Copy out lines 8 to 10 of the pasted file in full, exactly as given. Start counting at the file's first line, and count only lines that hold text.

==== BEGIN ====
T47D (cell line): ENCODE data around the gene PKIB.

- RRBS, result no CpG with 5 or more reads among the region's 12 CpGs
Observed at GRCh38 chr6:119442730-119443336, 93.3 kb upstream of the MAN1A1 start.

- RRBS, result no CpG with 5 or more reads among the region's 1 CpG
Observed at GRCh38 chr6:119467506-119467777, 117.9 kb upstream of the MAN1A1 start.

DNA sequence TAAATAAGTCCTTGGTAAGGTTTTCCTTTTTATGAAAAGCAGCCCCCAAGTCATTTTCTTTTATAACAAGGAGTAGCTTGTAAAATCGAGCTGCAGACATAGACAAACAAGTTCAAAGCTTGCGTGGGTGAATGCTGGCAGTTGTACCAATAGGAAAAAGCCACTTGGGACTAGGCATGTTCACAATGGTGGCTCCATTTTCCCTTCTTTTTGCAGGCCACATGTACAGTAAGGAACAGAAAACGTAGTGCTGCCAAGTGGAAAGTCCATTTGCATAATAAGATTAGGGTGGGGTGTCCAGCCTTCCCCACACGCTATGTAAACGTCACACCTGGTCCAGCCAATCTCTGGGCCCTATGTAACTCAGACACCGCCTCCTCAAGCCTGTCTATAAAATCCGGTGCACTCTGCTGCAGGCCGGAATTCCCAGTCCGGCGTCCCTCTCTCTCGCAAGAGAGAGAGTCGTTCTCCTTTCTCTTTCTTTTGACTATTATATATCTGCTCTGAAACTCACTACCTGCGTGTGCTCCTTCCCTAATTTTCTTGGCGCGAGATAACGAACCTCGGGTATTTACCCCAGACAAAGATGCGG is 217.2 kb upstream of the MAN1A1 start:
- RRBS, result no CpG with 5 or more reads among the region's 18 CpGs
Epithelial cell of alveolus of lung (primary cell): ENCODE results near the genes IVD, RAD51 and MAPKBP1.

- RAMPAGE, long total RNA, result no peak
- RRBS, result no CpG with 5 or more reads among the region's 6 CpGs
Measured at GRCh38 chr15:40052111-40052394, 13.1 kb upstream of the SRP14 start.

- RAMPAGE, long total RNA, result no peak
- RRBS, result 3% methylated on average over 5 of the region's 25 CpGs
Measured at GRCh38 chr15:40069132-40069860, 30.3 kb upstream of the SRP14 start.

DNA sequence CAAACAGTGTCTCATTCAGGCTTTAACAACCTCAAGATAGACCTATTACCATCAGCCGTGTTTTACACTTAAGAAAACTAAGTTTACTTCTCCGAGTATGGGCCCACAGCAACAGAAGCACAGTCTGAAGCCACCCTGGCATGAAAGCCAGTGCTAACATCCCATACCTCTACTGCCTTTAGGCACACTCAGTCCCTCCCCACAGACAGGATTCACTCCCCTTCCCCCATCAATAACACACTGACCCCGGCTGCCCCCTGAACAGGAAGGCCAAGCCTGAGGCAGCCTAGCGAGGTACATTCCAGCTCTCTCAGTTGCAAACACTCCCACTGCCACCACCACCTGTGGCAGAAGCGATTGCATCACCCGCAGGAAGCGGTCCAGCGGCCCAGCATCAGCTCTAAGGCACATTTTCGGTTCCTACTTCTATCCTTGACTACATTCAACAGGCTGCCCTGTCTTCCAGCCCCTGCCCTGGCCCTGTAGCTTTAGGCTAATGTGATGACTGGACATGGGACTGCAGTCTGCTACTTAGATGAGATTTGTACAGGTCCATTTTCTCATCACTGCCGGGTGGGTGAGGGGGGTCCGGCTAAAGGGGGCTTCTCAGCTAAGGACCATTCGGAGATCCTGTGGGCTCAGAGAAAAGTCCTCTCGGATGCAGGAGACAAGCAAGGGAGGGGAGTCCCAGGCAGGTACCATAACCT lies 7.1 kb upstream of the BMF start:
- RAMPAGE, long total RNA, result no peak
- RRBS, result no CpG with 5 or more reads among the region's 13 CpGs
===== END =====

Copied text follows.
Epithelial cell of alveolus of lung (primary cell): ENCODE results near the genes IVD, RAD51 and MAPKBP1.

- RAMPAGE, long total RNA, result no peak
- RRBS, result no CpG with 5 or more reads among the region's 6 CpGs